Wildlife Officials: Africa Needs Drones To Fight Poachers

Wildlife Officials: Africa Needs Drones To Fight Poachers

Conservationists and rangers lack the technology to fight increasingly sophisticated poachers in Africa and if species such as elephants, rhinos and tigers are to survive, they’re going to need help, according to a report in TheEpochTimes.

Help – as in a drone that is affordable, durable, and easy to maintain – wildlife experts said in the report.

The battle between poachers and conservationists fighting in Africa over entire species may be won or lost on whoever has the superior technology, the report said.

The future of elephant and rhino populations in central Africa are in jeopardy as prices and demand for animal parts soar in Asia. Poaching is increasing, and wildlife officials are fighting back, testing new technologies such as drones and DNA analysis, and seeking improved ranger training.

But the technology that is available is not affordable or transferable for protecting elephants and rhinos, said Crawford Allan, World Wildlife Federation senior director.

The rate of poaching is unprecedented, Allan said Oct. 31 at a news conference at the National Press Club. Allan is the author of publications on wildlife trafficking, species conservation and wildlife enforcement.

Technology is more important than ever in meeting the crisis, he said.

Protecting wildlife such as elephants and rhinos has changed dramatically, Allan said. He described poachers as well-armed opponents, militias and terrorists who “own the night.” By comparison, rangers are “under equipped and under resourced,” with a “frightening job to guard wildlife.”

There is strong evidence that the ivory trade plays an important role in financing insurgent and terrorist groups, particularly Lord’s Resistance Army, Sudanese Janjaweed militia, and al-Shabab, TheEpochTimes reports.

Poachers have become more sophisticated, hiring soldiers who are sometimes “armed with AK-47s, silencers and night vision goggles,” and using helicopters, said David Kohn in the Fall 2013 edition of TERP. Park rangers are outgunned, the report said.

The illegal wildlife trade is estimated to be worth $8 billion and $10 billion per year. It’s the fourth largest transnational crime after drugs, counterfeiting and human trafficking, said Dr. Richard W. Carroll from World Wildlife Federation.

“With tiger bone, rhino horn, and elephant ivory now worth more than their weight in gold, one rhino horn alone is worth more than $450,000, and trade in animal parts has eclipsed blood diamonds,” Carroll said.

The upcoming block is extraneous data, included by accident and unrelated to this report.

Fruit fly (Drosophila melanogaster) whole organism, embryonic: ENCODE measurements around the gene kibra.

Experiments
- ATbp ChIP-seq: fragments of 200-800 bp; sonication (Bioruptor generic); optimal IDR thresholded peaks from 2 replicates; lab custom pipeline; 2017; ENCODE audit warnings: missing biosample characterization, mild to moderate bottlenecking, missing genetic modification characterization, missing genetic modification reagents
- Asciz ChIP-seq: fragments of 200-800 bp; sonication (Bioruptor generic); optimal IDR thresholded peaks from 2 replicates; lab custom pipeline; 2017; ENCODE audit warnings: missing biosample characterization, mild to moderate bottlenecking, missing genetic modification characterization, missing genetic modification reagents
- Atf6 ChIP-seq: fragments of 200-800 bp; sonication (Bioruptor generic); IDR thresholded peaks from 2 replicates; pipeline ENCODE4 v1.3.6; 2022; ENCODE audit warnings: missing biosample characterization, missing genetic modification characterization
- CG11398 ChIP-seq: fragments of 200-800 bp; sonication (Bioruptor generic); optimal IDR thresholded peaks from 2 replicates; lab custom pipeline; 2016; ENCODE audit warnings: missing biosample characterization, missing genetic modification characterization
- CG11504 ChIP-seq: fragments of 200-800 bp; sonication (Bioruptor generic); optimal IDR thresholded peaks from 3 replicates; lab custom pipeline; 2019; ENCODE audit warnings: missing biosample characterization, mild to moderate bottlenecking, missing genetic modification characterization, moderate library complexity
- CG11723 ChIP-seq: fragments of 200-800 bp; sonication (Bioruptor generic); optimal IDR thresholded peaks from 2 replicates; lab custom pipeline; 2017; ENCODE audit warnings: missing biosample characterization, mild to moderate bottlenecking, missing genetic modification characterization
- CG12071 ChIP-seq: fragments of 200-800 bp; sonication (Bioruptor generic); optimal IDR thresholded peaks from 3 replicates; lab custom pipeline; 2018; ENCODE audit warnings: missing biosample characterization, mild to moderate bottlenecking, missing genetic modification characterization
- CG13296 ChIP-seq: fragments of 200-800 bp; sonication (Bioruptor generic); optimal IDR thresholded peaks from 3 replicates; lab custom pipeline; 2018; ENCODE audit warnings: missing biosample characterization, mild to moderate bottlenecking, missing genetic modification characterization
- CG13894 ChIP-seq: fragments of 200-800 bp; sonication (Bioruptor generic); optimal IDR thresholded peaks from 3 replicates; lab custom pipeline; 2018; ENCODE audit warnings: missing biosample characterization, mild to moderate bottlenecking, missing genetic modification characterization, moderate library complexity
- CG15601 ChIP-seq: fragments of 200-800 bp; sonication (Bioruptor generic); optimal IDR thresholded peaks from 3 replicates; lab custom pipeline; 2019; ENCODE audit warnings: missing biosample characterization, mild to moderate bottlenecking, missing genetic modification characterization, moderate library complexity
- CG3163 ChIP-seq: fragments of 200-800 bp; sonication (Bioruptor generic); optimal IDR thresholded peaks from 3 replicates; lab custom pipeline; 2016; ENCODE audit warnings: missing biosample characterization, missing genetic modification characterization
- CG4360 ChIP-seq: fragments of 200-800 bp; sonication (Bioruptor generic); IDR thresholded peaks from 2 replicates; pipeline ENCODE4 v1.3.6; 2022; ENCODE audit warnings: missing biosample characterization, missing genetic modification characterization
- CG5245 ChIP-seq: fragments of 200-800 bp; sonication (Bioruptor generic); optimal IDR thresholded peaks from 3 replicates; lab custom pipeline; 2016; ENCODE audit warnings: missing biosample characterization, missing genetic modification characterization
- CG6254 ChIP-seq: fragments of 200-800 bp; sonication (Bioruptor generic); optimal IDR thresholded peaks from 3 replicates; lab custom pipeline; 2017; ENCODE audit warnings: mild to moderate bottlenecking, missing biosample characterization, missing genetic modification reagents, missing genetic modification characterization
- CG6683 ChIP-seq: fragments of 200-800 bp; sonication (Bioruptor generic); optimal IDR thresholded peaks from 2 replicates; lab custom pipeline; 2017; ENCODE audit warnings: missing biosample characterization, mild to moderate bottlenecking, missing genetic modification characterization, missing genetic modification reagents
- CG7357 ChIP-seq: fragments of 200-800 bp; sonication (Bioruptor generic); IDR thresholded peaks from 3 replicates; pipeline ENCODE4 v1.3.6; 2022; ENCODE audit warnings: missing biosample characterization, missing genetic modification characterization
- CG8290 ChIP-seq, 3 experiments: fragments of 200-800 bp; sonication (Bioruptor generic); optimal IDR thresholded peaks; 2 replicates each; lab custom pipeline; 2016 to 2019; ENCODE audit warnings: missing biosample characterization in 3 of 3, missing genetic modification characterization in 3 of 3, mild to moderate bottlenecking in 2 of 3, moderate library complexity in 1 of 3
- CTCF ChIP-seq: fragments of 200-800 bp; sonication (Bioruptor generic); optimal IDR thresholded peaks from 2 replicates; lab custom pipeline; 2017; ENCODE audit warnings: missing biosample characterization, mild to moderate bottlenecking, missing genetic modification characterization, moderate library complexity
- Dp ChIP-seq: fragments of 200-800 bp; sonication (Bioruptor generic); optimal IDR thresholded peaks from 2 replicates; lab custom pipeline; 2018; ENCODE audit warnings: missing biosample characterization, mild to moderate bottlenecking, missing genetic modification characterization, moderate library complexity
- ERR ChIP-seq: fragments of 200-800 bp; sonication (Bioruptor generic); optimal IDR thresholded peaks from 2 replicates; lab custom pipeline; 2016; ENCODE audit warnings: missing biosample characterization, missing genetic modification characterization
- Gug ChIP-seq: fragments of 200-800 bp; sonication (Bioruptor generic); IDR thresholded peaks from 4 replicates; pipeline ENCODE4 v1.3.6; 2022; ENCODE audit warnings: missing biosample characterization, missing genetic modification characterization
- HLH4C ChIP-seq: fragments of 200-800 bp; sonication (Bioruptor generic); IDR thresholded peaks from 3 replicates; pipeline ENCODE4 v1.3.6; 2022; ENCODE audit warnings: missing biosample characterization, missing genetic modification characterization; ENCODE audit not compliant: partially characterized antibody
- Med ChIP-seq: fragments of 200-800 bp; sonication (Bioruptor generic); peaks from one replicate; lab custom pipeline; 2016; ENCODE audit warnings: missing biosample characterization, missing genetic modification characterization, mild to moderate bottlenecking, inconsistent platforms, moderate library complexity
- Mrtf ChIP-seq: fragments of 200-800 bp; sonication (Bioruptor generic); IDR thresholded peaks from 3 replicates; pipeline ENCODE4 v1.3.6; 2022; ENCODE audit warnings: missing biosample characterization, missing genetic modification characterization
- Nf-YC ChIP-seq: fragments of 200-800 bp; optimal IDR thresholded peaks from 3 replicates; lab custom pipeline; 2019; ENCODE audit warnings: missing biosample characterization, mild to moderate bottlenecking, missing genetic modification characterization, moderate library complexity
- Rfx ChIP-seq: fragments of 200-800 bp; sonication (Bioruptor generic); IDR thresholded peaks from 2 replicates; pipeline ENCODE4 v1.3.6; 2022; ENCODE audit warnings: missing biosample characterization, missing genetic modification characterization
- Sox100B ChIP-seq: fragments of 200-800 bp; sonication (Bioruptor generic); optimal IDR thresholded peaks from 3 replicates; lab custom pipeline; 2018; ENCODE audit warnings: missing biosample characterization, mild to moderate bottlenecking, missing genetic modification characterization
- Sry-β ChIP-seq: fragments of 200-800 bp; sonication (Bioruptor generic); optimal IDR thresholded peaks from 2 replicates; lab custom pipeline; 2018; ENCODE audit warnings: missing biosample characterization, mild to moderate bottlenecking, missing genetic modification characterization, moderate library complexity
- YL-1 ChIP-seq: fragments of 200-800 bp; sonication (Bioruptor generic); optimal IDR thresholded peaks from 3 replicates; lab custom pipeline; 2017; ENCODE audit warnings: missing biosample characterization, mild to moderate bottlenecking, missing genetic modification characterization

“It is not a conservation challenge that conservation groups can deal with any longer. We need partners,” Allan said. “The poachers are stepping up their game and so must we. The rate at which elephants are killed means that in 10 years, forest elephants will go extinct. To think of Central Africa without elephants is abhorrent.”

Three organizations have partnered to combat wildlife trafficking in Africa: The Richardson Center for Global Engagement, WWF, and African Parks sponsored a news conference and a workshop for experts from government, NGOs and technology firms.

Former New Mexico Governor Bill Richardson founded the Richardson Center and he is considered valuable for gaining cooperation of African heads of state on the use of drones and training programs, the report said.

Technologies are emerging or being adapted that can make a difference. Unmanned aerial vehicles (UAVs) or drones and infrared sensors can find poachers and monitor wildlife.

But commercial military-grade UAVs are prohibitively expensive, have short flight times, and are not durable.

Someone needs to develop a drone that is affordable, durable, and easy to maintain, the report said.

“Africa is too big to randomly launch UAVs,” said Thomas Snitch from the Institute of Advanced Computer Studies. Deploying UAVs requires modeling and testing, he said. In order to narrow the areas monitored, mathematical modeling is necessary.

More than 30,000 elephants were killed in 2012 — that’s 96 a day, Carroll said. In the last decade, 62 percent of Africa’s forest elephants in the Congo basin have been killed, he said.

China is the major market for ivory, Carroll said. More than 1 million Chinese businessmen and workers in Africa facilitate the trade.

Rhino poaching increased 30-fold from 2007-2011, he said. In South Africa, 762 rhinos have been killed this year, according to Richardson Center, citing TRAFFIC, which monitors wildlife trade. This number compares to about 13 in 2007, according to WWF. Vietnam and China are the main recipients of the horn, which is ground into powder. Consumers believe it can cure cancer, but it actually has no medicinal value, the report said.

“More large-scale ivory seizure took place in 2011 than any other year in the past two decades, Carroll said. Customs officials seized a record level of 24 tons of illegal ivory—a 10-fold increase over the previous year.

“Tiger poaching is so heavy, for the first time more tigers exist in captivity than in the wild,” said Eric Dinerstein with WWF.

WWF said it is “dedicated to delivering science-based solutions to preserve the diversity and abundance of life on Earth,” according to the report.